Perseverance and Practice in Picture Book for Kids
Eight year old Sofie learns the importance of practice, perseverance and letting go of fears in a charming picture book for young readers. When t-ball player Sofie is unable to master hitting, she becomes consumed with fears about an upcoming game against the Sharks. So much so, that she consults her best friend. When that conversation makes things worse, Sofie even has nightmares about her performance. It takes reassurance from her father, plus lots of practice, for her to learn to loosen up enough to do well at the big game.
Written by Suzan Johnson, with bright, appealing illustrations by Susan Shorter, Sofie at Bat features a young girl excelling at sports and learning about the importance of not giving up and of positive thinking in any task you’re afraid to undertake.
Sofie at Bat is vividly illustrated, with colors and images that pre-readers will enjoy. The text is suitable for early to mid-readers of about second to third grade reading levels, and the story will equally entertain kids and the parents reading to them.
From Inside the Book
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About the Author
Suzan Johnson has been the Media Specialist at an elementary school for the past nine years. She is a voracious reader of books of all genres. Growing up, she loved and enjoyed participating in sporting activities such as cheerleading and softball. As a teacher she encourages her students to read a variety of books and participate in sports. Johnson currently lives in the south Florida area.
The illustrations in Nicky NoFace and the Face Critters: The boy who lost his senses, are the first things that make this book a standout. They are of the caliber of Maurice Sendak’s “Where the Wild Things Are” and Margaret Wise Brown’s “Goodnight Moon.” They’re quirky, colorful and funny and both children and adults will find them enchanting. The story is charming, fantastic and filled with a band of kooky characters, including the hero, Nicky, a twelve-year-old boy with 2 different colored eyes and a slightly wonky ear. Nicky finds that his eyes, ears, nose…all of his senses…have been kidnapped by a band of malevolent circus performers bent on getting revenge against his sick father, who put them out of work. He can no longer control his ability to see, taste, or hear and if he doesn’t get his senses back by midnight, they will all shrivel up and die. In order to save his sick father, Nicky must find a way to gather the “face critters” back up and get them back where they belong: on his face.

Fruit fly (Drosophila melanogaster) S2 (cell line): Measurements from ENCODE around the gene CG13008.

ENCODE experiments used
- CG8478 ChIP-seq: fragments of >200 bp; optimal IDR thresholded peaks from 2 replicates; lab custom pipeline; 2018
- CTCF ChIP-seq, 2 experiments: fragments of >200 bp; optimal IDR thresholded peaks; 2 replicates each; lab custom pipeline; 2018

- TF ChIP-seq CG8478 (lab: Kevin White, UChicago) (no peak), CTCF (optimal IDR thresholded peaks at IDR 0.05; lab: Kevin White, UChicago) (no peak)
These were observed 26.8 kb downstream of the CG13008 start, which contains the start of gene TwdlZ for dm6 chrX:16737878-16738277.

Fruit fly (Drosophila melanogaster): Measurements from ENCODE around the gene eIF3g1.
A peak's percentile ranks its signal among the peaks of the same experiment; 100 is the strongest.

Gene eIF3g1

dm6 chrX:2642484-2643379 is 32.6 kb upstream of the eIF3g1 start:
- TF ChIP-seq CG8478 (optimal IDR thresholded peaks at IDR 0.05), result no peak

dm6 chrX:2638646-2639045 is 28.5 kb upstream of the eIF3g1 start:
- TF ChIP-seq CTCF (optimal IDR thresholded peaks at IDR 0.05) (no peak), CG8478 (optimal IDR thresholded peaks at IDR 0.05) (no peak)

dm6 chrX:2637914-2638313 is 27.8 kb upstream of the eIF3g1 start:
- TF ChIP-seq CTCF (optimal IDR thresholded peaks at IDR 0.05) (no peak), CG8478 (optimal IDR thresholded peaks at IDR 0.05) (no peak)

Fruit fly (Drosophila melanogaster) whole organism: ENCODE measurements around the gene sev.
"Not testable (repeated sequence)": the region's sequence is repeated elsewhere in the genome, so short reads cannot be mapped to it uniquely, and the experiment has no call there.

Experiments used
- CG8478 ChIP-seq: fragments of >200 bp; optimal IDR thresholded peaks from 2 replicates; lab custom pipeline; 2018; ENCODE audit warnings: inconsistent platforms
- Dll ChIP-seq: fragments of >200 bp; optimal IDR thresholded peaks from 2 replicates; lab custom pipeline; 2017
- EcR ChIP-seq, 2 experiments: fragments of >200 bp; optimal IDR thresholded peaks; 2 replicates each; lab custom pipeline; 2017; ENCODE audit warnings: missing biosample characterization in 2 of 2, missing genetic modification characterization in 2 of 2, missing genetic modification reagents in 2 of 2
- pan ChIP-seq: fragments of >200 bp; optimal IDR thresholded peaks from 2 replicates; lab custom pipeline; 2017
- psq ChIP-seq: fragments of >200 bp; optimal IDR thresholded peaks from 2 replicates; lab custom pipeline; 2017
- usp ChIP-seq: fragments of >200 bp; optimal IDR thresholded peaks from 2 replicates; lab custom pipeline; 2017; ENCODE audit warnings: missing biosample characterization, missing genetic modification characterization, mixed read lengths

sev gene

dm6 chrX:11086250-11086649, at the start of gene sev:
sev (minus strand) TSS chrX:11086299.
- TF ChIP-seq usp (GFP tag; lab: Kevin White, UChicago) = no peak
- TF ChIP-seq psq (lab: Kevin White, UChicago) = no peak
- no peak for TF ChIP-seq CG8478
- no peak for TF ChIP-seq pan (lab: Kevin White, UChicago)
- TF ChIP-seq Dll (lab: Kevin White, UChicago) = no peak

In the end, this is a story of the love of a child for his father and the lengths that we will go to in order to aid the ones we love. It is hard to imagine a child (or parent reading to one) who wouldn’t love this book. This book is suitable for young children or slightly older children who are at the intermediate stage of learning to read on their own.
Vimal Vaz is an author of both children’s books and psychological thrillers for adults. Born in Kenya and raised in London, he now lives in Hong Kong. Vaz says, about his creative process, “I write stories from my heart. What that means is my creative processes do not work in terms of selecting a genre to write in. Stories get formed in my head from all kinds of sources and if they gather enough momentum then I’ll start to write.”
In “a land afar,” we meet a group of dragons, each with his or her own very special feature and ability. They all assemble on one special day of the year to compete in the fire breathing games, where each dragon’s capacity for fire breathing is assessed. Zagonk, a purple dragon who has never competed before, is dismayed when his turn to compete comes and only a loud honking noise, not fire, comes out. The subject of ridicule by the other competitor dragons, Zagonk slinks off and runs into The Frost Giant, who has crashed the fire breathing games in order to freeze the assembled dragons and carry them away with him and declare himself the winner of the dragon games.
In a panic, Zagonk tries to breathe fire to melt the ice he’s encased in but is able to produce nothing but the ridiculous honk that made him a laughing stock earlier. As he keeps honking, though, he notices that the vibrations from the noise he’s making are cracking the ice and soon Zagonk not only escapes from his own ice confinement, but manages to free the other dragons and send The Frost Giant packing.
Author Pat Hatt uses simple but clever rhymes to tell this charming story of accepting who you are and seeing the value in the strengths you have, rather than bemoaning the ones you don’t. This book would be a wonderful opening for adults to talk to the children in their lives about accepting each other’s’ differences, making the most out of what you have and self-esteem. The elaborate and richly colored illustrations in this book will fascinate younger kids, as will the various dragons, the menacing Frost Giant and the story of perseverance in the face of adversity.
Pat Hatt is a prolific author of both children’s books and novels for adults. His cat maintains a website where he posts information about Pat and his work.